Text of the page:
TFW you think you will get to see your team play soccer again, but then you don’t.
Ian Ayre met with the media via videoconference this afternoon. Nashville SC’s Chief Executive discussed the squad’s departure from the MLS is Back tournament in Orlando after nine positive tests for the novel coronavirus. Read his full comments here.
Have you had the opportunity to talk to the players about the situation?
“Yes, myself and John Ingram, our owner, spoke collectively with all of the players and all of the coaching staff and staff that are in Orlando this morning, and give them the news. I don’t think it’ll surprise anybody to know that – as well as us – they were all devastated to have to withdraw from the tournament.
“I’d say morale is low, and coming off the back of, only yesterday, knowing we had nine players infected. Gary Smith had a private meeting with the players yesterday just to get the tone from them of their appetite to continue with what would be a depleted squad. To a man, they had big support to carry on. Unfortunately, it was a medical and a timing issue that had us withdraw. The players were 100% committed, right to the end. Devastated to hear the bad news. It will be a low point for a few days I’m sure, and our job, and Gary’s job, and everybody else involved, is to deal with it, dust ourselves off, pick ourselves up and move on. It’s not – you guys here have a say, and it’s not the first rodeo for Nashville Soccer Club, and it’s certainly not our first rodeo in terms of difficult days – but it’s certainly one of the toughest ones.”
How are the players doing physically? Does the club feel like the protocol was followed?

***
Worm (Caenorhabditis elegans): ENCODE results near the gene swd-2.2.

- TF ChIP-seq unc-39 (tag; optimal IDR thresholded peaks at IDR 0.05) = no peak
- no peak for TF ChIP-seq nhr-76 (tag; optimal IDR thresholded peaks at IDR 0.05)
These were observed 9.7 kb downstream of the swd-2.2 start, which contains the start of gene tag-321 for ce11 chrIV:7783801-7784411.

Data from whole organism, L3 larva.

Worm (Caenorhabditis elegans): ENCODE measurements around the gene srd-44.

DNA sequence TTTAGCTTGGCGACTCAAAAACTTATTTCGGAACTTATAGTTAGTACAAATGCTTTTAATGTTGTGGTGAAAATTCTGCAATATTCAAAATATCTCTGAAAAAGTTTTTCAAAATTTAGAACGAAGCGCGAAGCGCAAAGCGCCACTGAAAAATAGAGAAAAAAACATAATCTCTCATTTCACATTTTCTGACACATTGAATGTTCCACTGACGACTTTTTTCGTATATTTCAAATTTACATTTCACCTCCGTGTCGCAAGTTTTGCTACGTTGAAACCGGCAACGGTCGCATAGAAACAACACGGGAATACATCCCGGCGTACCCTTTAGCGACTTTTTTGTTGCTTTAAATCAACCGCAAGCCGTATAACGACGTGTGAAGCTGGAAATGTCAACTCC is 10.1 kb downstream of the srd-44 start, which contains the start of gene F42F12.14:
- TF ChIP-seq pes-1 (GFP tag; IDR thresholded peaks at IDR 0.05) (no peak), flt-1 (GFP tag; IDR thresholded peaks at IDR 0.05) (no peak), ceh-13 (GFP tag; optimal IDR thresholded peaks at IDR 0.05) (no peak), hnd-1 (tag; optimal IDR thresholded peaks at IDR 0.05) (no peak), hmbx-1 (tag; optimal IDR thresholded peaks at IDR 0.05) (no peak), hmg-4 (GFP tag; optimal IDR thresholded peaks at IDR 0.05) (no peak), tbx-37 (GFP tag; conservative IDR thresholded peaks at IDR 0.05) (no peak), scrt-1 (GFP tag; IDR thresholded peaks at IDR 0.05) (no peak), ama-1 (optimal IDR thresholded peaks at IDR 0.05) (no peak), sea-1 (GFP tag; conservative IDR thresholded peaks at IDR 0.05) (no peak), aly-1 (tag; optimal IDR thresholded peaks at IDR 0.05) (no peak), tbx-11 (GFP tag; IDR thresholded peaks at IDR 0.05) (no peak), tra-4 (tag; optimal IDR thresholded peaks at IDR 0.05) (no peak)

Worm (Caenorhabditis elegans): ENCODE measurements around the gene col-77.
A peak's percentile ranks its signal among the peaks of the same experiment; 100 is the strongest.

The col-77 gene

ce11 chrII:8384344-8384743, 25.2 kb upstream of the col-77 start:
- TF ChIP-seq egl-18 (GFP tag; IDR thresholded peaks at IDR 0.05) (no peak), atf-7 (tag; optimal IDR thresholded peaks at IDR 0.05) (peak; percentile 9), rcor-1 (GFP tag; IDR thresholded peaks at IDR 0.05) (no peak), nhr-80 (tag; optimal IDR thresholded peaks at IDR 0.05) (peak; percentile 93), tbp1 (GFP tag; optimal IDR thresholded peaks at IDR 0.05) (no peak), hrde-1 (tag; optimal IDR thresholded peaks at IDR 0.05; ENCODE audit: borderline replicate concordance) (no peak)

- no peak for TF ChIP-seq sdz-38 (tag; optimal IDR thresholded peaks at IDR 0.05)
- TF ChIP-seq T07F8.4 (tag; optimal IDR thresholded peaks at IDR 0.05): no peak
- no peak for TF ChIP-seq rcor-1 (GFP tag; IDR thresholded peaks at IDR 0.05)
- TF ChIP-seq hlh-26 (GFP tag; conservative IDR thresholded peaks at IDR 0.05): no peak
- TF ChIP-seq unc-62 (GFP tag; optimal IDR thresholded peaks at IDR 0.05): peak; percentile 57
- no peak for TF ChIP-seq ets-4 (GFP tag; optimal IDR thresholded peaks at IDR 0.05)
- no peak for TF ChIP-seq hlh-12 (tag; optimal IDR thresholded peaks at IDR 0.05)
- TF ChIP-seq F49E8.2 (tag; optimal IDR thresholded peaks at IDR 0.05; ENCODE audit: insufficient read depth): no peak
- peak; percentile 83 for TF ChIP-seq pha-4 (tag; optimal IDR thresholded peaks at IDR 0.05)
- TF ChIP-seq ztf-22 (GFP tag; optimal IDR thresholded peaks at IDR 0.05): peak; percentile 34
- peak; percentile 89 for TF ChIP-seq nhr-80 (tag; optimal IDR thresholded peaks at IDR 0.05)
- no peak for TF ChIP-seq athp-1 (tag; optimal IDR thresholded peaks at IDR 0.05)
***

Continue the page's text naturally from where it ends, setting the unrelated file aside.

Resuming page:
“On the first part, obviously it’s difficult for us to talk about individuals and their medical situation. I don’t think that’s right or proper. What I would say is that the majority of players are asymptomatic. We have a couple with minor symptoms, but they’re getting through it, and they were on the call this morning and doing OK, I would say.
“In terms of the process, look: we followed all the protocols, it was very clear what every team had to do. It was made very clear to every team what the processes – whether that was at practice, to and from practice, at home, on the travel to the event – and to be honest with you, I’ve been pretty incensed over the last 24 hours with some of the suggestions I’ve seen: stuff like apparently some of our players had some big going-away party, which never happened, that we didn’t follow the protocols, or they didn’t, and none of this stuff is with foundation at all, and there’s no substance, and it’s a poor tactic really, I think. We were absolutely stringent in putting those processes and protocols together as directed by the league and by our healthcare partner.
“As late as last night, I was watching the Philadelphia Union-NYCFC [Orlando City-Miami] game, and I saw Taylor Twellman comment that we needed to do our job in preparing our team, and that he didn’t feel bad that we were not participating. I think that’s a) hugely disrespectful to us, but also b) to anyone who’s affected by the virus, be it in soccer or not. You can’t make those sort of sweeping comments without facts, and we 100% worked within the tournament guidelines and protocols.
“You know what? Some of our players got sick, and that spread. As I said, they were wearing masks on the journey down, they were all tested in the days leading up to the trip, and were all fine. We had 20%, in the end, that were infected. So 36 weren’t infected and nine were, so we were doing our job. It’s just this virus is indiscriminate. Whether people were wearing masks or not, people got infected. Who knows how that happened? We don’t know yet where that started – if we ever will. But I can’t honestly, I really can’t accept peop-le making rash sort of conspiracy-theory comments about what we or our players or our staff did or didn’t do. We followed the protocols, and we refute any suggestion that wasn’t the case. If we did something wrong, I’ll be the first person to hold my hand up for this organization and say we got something wrong. But that wasn’t the case here, and our objective has to be to get all of our players and staff back here safely – those who are sick and those who aren’t – and that’s where we go from here. But I’m pretty incensed by some of the chatter that suggests otherwise.”
Do you believe this wasn’t preventable? If so, do you have concerns or lessons for other “bubble” events in other sports?